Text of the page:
Thursday, June 21, 2018

Mopane Worms

Before leaving for Africa I knew that we were going to The Boma in Victoria Falls, Zimbabwe and that we would have an opportunity to try mopane worms. I did some research and found this wonderful article in the New York Daily News titled, "Worms! A look at Zimbabwe's favorite snack: mopane worms," an article from January 25, 2013. 

Mopane (say it "moh-paw-knee") worms are caterpillars of the emperor moth, and as described in the article, can be as long as a finger and as thick as a cigar. They get their name from feeding on leaves of the mopane tree. The worms are gathered and then squeezed and a disgusting green slime erupts emptying the caterpillar's entrails. The worms are then dried in the sun and eaten dry, or cooked and put in sauce. 

Earlier in the day we took a canoe trip down the Zambezi River and two of the other participants, a father and his 13 year old son, described being at The Boma the night before and getting certificates for eating mopane worms. We were primed for our visit later that evening.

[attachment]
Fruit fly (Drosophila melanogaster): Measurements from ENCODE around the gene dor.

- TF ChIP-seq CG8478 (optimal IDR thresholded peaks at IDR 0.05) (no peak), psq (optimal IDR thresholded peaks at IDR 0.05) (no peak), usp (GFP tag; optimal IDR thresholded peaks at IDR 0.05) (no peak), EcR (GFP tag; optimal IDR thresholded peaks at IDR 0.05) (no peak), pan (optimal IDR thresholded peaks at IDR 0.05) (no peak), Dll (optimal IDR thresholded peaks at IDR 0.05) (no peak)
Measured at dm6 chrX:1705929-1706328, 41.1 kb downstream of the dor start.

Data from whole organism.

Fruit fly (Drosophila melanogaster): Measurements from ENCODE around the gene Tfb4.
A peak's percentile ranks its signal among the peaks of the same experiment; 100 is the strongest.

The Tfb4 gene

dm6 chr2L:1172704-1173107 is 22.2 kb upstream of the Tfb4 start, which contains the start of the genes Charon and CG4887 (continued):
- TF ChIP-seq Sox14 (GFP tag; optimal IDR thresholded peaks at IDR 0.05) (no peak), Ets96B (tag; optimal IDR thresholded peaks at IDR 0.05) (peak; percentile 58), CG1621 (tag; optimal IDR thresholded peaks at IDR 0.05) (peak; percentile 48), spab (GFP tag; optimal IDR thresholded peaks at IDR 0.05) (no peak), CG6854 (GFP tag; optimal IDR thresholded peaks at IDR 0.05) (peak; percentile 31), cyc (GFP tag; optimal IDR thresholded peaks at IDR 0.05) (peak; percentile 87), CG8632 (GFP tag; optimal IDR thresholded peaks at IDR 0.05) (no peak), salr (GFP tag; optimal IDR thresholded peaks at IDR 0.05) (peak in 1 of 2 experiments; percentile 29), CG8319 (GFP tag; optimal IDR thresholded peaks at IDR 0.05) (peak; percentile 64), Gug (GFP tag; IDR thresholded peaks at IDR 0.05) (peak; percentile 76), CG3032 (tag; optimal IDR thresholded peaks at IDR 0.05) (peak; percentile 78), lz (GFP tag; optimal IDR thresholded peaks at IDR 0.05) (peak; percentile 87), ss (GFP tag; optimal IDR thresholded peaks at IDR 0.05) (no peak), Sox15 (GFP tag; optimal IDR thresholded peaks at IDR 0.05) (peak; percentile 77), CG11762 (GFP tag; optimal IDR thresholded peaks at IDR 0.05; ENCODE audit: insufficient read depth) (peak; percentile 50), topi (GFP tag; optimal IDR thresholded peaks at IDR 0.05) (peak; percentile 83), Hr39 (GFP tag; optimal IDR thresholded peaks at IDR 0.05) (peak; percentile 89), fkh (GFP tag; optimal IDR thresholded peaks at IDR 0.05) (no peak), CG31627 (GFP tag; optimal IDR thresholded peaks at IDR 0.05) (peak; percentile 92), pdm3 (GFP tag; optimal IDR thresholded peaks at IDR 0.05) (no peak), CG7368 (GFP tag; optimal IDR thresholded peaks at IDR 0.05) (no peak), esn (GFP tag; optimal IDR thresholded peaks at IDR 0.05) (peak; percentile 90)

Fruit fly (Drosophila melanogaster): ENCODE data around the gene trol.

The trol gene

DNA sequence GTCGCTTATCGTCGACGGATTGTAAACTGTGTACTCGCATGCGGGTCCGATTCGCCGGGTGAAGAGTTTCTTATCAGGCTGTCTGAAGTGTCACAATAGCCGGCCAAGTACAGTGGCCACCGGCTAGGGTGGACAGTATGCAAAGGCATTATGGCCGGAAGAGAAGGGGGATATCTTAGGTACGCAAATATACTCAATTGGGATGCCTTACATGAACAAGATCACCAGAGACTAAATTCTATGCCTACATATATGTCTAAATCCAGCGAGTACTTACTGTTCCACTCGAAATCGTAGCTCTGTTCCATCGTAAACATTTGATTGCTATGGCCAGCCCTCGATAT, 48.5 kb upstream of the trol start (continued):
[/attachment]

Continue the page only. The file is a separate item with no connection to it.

Note the worm-like figure on the sign. 
The Boma had both kinds and lots of signs highlighting them. The dried mopane worms were in a woven basket with a spoon strategically placed in it so that you could take a spoonful. A sign below helped identify the contents. 
About ten yards away was a small table with a small cast iron pot on it and similar looking worms in a reddish sauce. Next to it was a sign and also certificates that could be taken by those who tried them. 
Note the worm-like figures on top of the sign. 

I took some of each on a plate and went back to our table for a sample.

We'd eaten worms in Mexico recently and that helped my mental preparation, so it wasn't too hard. The dried worms were quite crispy and broke into little shards, kind of like popcorn pieces that stick in the throat and cause you to cough. The taste was okay, but it took forever to chew and try to get it all down. I disliked the texture. 
The real deal: dried on the left and saucy on the right. 
The more moist worms in the sauce were easier to eat and tasted better. They held together better, soaked up the sauce and were not bad. 

We had better food in Africa, but none quite so interesting. 

1 comment:

  1. I can check that off of my list of "Foods to Eat Before I Die" (or was it "Foods to Eat to Make Me Die"?). I don't have the need to ever try them again.